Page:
Housing segregation certainly still exists, and our cities from Oakland to Chicago are profoundly shaped by the legacies of Jim Crow and James Crow.
EBX: As a writer, what did this book teach you about your relationship to language and the writing craft?
Norris: The different pitches, registers, cadences an essayist can summon are just wonderful. You can do this in fiction, too, but third person fiction often has the task of affecting a certain objective, moderated tone. First person fiction can get hemmed in by the reader’s sense that your character speaks in “this way,” thus cordoning off other styles of expression.
When you’re writing essays from your point of view, the voice is whatever you make it. After writing a slangy novel, The Confession of Copeland Cane, where I had to do a lot of narrative work to get to the beautiful parts, it was nice to be able to write with more flourishes.
EBX: You write that Chicago wasn’t able to offer “American bounty” because it wasn’t ready to reinvent itself and its relationship to Black citizens. Is Chicago ready now, in 2023?
Norris: In the book, I also speak to the deep and intimate split in Black destiny in Chicago and across the nation. Social commentators have long cautioned against monolithic appraisals of Black America and, indeed, there is no singular Black relationship to America today. I see at least three answers to this question, one stemming from the Black middle-class experience, one from the experience of being poor and Black, and yet another from Black African immigrant experience.
I think the American government and the white American majority views Black people more complexly than they did 30 or 50 or 100 years ago. In part due to desegregation and the interracial bonds that have formed from that, in part due to the rise of Barack Obama, whose Kenyan background made people aware of other African-American experiences and in part because of the last 30 years of hip-hop, breakthrough Black films and Black literature, more white people are aware of Black people as people.
But the deep, intimate and increasingly bitter split in white America, which basically runs along a Left-Right political binary, dictates that some number less than half of white Americans have really crossed this bridge.
EBX: In conversations about American militarism and street violence and what many people say historically and presently shows a disregard for Black bodies sacrificed, what is not being discussed?
Norris: The Left has stopped talking about street crime and violence because the politicians think it’s a losing issue for them. Maybe it is, but people in places like Chicago and Oakland that tend to vote Democrat and where there is a significant amount of violence do need to have deep, wide-ranging discussions about this social problem, even if it entails arguing with each other and drawing lines. I think the whole political Left, from activists, BLM, all the way to Center-Left politicians like the ones sitting in the Oval Office, need to address these issues in non-ideological, dialogic ways.
While Leftist policies are typically blamed for urban blight in all its forms, we can’t discuss public safety in a country of 335 million souls and approximately 400 million guns without talking about guns. There are simply too many guns floating around for many of them not to end up, often illegally, in the wrong people’s hands. David Yamane of Wake Forest has shown decisively that this century’s spike in gun-buying began in the direct wake of the invasion of Iraq.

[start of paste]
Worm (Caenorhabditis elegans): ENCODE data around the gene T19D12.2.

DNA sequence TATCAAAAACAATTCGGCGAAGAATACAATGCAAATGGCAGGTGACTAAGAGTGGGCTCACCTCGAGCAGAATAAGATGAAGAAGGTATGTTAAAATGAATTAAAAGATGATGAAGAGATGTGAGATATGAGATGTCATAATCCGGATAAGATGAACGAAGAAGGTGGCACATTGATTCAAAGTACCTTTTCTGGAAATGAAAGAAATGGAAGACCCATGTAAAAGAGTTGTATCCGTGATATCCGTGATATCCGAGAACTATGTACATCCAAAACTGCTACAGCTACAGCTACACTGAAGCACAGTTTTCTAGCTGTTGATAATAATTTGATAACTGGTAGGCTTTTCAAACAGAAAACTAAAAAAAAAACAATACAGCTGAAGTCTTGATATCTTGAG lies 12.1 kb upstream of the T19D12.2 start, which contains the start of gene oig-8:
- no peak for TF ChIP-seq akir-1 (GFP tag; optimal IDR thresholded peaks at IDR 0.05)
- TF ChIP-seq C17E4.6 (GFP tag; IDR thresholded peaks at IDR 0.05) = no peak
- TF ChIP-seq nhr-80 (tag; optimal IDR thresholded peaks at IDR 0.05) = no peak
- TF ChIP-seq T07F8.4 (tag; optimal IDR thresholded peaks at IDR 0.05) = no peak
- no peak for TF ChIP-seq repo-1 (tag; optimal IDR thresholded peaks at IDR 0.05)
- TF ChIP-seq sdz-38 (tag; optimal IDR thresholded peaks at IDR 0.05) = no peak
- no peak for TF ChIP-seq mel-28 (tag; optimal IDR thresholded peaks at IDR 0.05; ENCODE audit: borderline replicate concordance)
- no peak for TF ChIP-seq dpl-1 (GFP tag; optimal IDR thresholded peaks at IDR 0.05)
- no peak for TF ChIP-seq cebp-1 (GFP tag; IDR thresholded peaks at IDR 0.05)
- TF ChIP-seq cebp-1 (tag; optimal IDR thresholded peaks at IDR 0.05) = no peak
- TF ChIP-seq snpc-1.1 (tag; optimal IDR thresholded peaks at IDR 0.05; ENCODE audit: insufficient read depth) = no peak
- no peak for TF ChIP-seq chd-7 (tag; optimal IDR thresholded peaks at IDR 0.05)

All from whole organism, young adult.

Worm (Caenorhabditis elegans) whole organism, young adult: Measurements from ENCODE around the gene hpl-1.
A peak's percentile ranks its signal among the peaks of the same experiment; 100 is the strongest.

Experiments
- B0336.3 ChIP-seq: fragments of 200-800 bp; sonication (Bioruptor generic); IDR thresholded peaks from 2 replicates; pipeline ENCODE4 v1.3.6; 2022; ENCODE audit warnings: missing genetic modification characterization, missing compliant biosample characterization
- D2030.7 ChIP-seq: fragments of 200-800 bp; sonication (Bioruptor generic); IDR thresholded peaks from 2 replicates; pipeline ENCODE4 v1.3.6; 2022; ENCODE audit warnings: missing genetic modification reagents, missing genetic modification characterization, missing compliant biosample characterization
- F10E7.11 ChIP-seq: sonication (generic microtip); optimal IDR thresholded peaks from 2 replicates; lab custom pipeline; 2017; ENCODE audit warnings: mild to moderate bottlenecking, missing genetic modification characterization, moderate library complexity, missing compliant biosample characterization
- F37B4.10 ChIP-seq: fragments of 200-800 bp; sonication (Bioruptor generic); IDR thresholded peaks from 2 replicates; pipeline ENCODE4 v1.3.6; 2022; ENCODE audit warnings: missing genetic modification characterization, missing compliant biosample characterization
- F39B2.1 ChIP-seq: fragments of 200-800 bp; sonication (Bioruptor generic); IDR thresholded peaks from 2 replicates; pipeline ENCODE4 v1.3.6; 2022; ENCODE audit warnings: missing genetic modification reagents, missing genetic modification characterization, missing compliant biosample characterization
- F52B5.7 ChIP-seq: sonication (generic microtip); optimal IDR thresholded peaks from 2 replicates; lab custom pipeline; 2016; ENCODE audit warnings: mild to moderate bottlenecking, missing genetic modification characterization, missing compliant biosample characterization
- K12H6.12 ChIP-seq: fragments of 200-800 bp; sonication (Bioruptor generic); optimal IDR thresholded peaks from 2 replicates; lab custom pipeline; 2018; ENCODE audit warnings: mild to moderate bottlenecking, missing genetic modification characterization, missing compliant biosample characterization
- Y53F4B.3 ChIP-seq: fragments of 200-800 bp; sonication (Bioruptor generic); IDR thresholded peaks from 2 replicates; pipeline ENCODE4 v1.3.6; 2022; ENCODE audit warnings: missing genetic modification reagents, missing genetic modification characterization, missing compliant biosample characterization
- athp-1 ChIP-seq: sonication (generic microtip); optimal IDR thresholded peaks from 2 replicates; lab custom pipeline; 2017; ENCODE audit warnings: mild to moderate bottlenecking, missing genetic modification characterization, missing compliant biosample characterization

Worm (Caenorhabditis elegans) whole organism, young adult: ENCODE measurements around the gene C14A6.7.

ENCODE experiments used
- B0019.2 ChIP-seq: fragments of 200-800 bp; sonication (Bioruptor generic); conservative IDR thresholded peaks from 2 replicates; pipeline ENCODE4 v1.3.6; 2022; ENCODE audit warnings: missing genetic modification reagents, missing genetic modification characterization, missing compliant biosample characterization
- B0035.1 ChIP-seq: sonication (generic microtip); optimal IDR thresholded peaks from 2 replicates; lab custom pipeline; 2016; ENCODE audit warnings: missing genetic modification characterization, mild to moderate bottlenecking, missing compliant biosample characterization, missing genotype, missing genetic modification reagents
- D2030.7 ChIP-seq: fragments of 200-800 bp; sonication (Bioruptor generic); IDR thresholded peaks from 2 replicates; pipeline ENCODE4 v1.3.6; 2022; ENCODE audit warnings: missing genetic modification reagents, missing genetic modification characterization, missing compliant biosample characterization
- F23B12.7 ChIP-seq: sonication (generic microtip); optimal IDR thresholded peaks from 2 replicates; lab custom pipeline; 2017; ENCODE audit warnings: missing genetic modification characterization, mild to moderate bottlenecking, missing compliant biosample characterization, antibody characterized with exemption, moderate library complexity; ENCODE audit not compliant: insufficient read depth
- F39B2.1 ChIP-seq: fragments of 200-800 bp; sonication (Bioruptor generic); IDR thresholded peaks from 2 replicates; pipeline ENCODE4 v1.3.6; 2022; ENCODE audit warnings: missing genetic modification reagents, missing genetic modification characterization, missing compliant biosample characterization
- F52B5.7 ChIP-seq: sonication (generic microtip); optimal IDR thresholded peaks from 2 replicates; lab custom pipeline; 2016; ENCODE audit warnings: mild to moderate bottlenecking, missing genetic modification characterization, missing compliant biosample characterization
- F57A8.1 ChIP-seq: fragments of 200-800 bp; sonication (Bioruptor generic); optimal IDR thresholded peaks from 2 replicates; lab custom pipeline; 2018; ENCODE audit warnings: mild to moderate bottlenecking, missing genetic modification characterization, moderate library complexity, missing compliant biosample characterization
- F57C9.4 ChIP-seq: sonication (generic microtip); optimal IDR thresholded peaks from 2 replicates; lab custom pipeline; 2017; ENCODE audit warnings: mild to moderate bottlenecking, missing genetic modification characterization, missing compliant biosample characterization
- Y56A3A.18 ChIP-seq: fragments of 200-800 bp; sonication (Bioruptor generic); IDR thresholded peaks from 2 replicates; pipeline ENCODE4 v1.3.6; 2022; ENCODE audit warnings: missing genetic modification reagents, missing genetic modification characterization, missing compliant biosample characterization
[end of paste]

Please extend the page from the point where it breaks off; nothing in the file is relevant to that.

Other ill effects of American militarism are not hard to find: After the war in Vietnam, there was an upsurge in weapons trafficking, which, along with other factors, led to the crime wave of the 1980s. Meanwhile, rootless young men, displaced by an American-fomented civil war in El Salvador, founded the infamous MS-13 gang in Los Angeles. I’m not saying that the American military is responsible for street crime here. What I am saying is that there is a linkage there that is both psychological and material.
EBX: You are an associate professor at San Jose State University and mentioned having interest in addressing the conflicts over Black studies.
Norris: I wrote about my father’s connection to the protest over Black studies curriculum at Fresno State in 1970 to historicize for readers a conflict that is headline news today.
As we can see from the push-back against Black history in Florida and elsewhere, there remains rock-solid resistance to any acknowledgement of America’s real racial history. To be clear, these suppression tactics are different in degree but not kind from the Turkish government’s denial of the Armenian genocide and similar repressions in Cambodia, Spain and elsewhere.
EBX: In Chi-Boy’s epilogue, you say truth-telling between perpetrators and the communities they have violated is a necessary conversation.
Norris: I think active spaces of truth and reconciliation are important for families and for communities torn apart by street violence.
EBX: Beyond that and other conversations, where do you find future hope?
Norris: I find hope in creativity, art and unbound spirits. A couple weeks ago, The New Yorker published a long article about declining enrollments of English majors at colleges and universities across the country. What the article didn’t mention was that creative writing enrollments have steadily increased in recent years. There’s tremendous interest in literature, screenwriting, podcasting and all the other arts. There’s just understandable impatience with the ways that traditional academia has reduced the arts to a bunch of stuffy criticism that has nothing to do with what we all love about the creative world. Maybe it’ll cost me my job, but I’m all for the upheaval.